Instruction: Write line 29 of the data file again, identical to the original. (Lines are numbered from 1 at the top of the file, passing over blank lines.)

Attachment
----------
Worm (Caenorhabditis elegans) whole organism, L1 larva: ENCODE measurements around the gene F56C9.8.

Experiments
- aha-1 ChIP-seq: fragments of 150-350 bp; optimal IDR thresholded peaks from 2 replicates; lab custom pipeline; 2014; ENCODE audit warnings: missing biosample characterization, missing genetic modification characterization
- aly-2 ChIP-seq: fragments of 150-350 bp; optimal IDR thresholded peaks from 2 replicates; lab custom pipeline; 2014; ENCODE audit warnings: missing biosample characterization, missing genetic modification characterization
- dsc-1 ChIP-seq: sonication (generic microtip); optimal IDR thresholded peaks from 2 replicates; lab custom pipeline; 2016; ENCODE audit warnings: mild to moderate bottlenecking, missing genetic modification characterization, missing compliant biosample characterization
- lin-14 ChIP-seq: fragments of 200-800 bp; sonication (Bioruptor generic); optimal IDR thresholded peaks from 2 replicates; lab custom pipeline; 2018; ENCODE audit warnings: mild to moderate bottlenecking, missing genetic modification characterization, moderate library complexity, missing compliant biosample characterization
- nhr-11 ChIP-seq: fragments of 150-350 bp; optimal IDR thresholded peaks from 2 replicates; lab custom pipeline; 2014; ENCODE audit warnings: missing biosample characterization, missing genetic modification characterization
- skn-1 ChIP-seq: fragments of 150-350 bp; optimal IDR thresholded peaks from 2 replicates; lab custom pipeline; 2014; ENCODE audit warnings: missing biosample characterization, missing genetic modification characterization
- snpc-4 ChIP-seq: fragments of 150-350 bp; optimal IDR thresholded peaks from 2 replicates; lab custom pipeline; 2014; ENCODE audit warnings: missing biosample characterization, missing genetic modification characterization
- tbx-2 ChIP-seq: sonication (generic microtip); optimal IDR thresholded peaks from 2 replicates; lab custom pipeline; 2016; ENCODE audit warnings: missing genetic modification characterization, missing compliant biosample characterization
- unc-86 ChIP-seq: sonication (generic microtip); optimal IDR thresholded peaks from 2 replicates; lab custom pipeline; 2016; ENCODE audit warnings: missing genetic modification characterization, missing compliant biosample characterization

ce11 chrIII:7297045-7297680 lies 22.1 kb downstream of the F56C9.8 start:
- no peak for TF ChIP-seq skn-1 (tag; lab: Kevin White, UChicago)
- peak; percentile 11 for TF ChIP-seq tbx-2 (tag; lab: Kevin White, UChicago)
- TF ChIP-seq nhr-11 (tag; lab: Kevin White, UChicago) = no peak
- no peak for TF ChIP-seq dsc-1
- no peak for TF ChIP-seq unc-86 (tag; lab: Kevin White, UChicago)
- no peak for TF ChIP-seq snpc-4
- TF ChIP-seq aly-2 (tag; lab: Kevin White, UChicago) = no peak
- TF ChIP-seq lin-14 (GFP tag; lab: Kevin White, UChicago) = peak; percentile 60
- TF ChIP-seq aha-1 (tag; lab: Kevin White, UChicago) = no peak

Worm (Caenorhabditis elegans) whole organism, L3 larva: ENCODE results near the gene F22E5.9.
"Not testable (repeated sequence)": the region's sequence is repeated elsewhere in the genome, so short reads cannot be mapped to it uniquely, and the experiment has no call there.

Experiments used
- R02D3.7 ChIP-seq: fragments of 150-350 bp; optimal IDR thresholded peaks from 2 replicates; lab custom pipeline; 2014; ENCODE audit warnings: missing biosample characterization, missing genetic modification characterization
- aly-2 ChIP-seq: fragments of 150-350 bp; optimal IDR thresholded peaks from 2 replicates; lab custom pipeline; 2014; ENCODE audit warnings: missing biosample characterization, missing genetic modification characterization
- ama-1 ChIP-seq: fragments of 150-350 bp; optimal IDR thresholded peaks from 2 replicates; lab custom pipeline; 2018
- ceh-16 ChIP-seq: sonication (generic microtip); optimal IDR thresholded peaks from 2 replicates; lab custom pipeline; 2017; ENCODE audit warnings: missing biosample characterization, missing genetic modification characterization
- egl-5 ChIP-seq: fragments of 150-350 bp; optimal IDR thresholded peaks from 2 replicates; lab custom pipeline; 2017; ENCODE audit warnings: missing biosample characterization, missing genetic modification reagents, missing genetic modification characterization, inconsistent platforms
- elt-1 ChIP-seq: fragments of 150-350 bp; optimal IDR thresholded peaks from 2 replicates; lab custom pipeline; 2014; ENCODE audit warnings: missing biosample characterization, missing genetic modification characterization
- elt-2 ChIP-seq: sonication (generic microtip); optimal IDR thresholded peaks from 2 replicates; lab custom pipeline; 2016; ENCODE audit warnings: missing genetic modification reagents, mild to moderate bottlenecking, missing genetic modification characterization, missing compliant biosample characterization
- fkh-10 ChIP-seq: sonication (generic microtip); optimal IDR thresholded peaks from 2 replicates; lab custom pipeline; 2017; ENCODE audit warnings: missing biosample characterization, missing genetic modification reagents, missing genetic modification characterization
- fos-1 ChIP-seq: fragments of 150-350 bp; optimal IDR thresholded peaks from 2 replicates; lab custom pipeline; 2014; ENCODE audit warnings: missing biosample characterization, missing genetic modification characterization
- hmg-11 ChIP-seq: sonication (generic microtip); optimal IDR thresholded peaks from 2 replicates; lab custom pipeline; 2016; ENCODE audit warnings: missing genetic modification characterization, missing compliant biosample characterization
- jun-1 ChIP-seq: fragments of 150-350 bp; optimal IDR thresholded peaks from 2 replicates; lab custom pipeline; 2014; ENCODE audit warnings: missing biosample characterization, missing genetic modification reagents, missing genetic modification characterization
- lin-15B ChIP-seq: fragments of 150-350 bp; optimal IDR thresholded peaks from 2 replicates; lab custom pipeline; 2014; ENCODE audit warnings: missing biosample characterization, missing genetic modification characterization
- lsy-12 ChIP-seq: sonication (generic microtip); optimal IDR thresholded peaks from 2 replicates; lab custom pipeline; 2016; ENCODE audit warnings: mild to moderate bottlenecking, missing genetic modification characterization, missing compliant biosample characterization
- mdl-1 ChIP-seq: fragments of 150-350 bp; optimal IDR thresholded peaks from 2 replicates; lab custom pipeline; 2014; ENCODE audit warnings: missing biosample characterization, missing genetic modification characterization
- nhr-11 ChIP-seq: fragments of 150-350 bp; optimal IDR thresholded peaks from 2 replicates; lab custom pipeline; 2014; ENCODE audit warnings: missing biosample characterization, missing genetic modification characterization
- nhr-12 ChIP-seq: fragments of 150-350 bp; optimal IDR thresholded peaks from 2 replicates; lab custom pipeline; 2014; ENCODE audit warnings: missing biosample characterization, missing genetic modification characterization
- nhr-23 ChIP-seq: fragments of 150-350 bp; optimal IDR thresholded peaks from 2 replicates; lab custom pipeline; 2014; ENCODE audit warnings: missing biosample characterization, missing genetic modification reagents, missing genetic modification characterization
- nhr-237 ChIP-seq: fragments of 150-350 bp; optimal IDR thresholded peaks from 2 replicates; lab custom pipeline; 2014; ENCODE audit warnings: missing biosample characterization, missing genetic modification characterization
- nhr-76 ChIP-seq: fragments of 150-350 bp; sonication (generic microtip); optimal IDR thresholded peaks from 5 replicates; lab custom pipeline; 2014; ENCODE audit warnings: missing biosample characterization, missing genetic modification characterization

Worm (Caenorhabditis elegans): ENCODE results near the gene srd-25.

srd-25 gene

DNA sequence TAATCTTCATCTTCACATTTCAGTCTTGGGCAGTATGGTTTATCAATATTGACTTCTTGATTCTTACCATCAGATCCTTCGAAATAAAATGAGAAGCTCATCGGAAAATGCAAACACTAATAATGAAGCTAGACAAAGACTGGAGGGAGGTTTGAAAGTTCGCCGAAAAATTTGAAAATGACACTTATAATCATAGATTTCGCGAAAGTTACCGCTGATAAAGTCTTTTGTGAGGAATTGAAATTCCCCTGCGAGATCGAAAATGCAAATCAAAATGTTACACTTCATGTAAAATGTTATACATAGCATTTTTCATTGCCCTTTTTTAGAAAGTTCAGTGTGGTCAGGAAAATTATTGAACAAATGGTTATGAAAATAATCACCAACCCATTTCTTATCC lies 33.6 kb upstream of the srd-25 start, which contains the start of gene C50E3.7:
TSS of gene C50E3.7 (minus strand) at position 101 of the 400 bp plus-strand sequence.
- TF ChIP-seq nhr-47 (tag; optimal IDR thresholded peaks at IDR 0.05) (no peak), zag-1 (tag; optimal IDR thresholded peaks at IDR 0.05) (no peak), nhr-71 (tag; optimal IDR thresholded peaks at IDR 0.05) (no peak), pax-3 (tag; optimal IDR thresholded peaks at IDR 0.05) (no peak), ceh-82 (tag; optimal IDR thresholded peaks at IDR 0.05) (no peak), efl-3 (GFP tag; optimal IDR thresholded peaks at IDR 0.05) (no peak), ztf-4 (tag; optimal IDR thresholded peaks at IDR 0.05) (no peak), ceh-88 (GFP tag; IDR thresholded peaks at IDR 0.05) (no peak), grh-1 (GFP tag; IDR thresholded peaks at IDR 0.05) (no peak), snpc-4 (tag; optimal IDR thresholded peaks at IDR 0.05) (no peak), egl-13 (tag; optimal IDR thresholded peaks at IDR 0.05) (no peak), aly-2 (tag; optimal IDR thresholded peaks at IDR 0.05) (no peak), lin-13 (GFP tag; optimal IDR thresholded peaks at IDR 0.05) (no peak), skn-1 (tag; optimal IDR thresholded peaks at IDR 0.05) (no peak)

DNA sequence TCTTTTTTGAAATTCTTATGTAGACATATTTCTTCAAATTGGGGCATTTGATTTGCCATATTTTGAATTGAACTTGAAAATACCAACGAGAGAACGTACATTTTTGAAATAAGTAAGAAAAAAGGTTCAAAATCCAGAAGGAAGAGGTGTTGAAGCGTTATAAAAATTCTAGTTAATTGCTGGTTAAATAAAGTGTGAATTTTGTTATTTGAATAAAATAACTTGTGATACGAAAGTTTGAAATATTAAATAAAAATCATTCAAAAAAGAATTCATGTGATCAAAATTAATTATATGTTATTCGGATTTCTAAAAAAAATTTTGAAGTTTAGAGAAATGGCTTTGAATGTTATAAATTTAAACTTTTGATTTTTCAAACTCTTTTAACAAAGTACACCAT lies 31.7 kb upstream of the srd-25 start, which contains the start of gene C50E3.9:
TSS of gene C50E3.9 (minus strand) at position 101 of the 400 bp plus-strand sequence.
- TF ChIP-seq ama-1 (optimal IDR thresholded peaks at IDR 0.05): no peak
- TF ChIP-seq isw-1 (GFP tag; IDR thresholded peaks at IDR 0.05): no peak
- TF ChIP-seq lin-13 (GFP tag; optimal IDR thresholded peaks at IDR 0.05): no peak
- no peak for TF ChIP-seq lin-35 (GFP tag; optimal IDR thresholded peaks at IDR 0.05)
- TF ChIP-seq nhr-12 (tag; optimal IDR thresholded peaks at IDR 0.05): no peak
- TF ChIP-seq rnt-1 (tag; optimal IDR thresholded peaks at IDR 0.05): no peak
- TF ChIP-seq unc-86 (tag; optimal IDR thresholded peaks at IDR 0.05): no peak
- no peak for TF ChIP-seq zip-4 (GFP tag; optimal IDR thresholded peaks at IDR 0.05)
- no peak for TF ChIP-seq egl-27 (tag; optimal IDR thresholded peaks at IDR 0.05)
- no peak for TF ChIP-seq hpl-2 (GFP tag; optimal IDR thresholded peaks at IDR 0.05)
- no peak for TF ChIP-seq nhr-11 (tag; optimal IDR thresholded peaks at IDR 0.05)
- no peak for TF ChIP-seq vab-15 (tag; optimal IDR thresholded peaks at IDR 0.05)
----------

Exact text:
- egl-5 ChIP-seq: fragments of 150-350 bp; optimal IDR thresholded peaks from 2 replicates; lab custom pipeline; 2017; ENCODE audit warnings: missing biosample characterization, missing genetic modification reagents, missing genetic modification characterization, inconsistent platforms